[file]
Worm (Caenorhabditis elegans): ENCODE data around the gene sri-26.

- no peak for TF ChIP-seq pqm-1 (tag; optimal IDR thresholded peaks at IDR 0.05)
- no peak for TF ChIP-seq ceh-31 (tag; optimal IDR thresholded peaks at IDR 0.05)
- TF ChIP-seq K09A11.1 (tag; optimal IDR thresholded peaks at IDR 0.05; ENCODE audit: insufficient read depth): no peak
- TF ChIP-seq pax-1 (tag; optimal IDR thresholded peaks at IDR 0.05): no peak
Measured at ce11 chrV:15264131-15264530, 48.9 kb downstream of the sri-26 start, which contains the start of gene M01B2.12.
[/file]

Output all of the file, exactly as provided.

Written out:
Worm (Caenorhabditis elegans): ENCODE data around the gene sri-26.

- no peak for TF ChIP-seq pqm-1 (tag; optimal IDR thresholded peaks at IDR 0.05)
- no peak for TF ChIP-seq ceh-31 (tag; optimal IDR thresholded peaks at IDR 0.05)
- TF ChIP-seq K09A11.1 (tag; optimal IDR thresholded peaks at IDR 0.05; ENCODE audit: insufficient read depth): no peak
- TF ChIP-seq pax-1 (tag; optimal IDR thresholded peaks at IDR 0.05): no peak
Measured at ce11 chrV:15264131-15264530, 48.9 kb downstream of the sri-26 start, which contains the start of gene M01B2.12.